US manufacturing plant angers Muslim employees by removing prayer breaks

By Nell Walker
Ariens Company power plant in Wisconsin, US, has come under fire for changing its rules to disallow prayer breaks during shifts for Muslim employees. T...

Ariens Company power plant in Wisconsin, US, has come under fire for changing its rules to disallow prayer breaks during shifts for Muslim employees.

The American company previously allowed Muslims to take two prayer breaks per shift, but now they are only able to do so during their lunch break. This new rule affects 53 members of staff at Ariens, only 10 of whom plan to stay. The other 43 have left or are planning to leave.

The employees’ concern stems from the fact that their faith does not allow them to pray at any time of day, but at specific times during which they require peace to practice their religion.

The Council on American-Islamic relations has asked Ariens to allow staff their former prayer times until the dispute is resolved.

A spokesperson from Ariens told WBAY: “We are asking employees to pray during scheduled breaks in designated prayer rooms. Our manufacturing environment does not allow for unscheduled breaks in production. An employer does not have to accommodate an employee’s religious beliefs or practices if doing so would cause undue hardship to the employer.”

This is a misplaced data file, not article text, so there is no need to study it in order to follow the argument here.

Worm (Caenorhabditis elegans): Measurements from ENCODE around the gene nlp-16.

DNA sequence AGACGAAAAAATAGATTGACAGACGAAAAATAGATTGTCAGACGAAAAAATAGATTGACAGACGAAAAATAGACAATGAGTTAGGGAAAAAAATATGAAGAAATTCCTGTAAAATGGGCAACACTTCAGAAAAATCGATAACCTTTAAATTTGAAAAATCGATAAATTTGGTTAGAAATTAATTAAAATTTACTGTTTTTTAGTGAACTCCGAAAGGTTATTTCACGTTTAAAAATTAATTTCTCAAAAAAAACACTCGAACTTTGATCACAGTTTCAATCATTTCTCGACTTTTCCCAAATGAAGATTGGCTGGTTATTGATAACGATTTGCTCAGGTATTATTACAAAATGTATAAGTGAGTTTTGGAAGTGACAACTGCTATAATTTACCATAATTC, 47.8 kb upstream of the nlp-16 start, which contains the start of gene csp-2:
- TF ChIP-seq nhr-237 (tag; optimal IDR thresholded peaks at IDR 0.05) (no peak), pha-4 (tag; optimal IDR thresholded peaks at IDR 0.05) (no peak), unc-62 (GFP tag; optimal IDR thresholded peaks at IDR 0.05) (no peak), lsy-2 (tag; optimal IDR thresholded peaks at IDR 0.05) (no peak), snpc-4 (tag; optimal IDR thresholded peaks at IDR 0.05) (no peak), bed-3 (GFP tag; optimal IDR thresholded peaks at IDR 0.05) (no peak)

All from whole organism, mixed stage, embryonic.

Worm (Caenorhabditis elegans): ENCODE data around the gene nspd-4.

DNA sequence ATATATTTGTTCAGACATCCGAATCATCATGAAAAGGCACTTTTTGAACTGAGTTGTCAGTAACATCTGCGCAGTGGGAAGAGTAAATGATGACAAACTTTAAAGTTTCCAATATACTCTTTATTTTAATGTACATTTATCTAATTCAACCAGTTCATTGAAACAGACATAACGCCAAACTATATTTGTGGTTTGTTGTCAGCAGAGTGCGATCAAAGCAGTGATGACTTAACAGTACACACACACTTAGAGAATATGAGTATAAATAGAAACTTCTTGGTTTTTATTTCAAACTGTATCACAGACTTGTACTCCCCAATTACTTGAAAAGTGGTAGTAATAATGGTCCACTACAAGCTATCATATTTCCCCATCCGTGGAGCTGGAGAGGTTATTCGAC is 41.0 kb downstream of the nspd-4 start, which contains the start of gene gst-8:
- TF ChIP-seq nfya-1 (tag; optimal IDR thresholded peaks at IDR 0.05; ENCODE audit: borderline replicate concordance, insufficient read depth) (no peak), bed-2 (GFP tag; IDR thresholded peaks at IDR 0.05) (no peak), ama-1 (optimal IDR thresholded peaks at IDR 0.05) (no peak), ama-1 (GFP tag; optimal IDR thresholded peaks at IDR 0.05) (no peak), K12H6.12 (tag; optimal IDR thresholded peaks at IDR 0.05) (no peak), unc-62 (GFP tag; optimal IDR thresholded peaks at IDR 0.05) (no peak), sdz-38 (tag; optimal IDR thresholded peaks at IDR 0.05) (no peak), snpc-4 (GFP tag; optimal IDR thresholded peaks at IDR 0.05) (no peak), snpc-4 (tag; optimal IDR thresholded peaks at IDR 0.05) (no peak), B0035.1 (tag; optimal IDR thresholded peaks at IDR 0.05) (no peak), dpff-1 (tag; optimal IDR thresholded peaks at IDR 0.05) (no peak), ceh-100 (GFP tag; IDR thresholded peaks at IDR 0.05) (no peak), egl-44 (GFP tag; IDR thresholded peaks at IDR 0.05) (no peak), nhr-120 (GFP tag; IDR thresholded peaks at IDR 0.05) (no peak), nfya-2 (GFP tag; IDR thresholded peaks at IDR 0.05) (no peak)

However, workers are dissatisfied with this statement. They have claimed that the company simply handed them notice papers when they explained that they cannot pray during their meal time, and one man, Adan Hurr, said: “I have been 35 years in America and I’ve never heard of a company that is not allowing its employees to pray. It is absolutely discrimination. Allow me to pray so that I can go back to work and do what I love to do, which is working for Ariens.”

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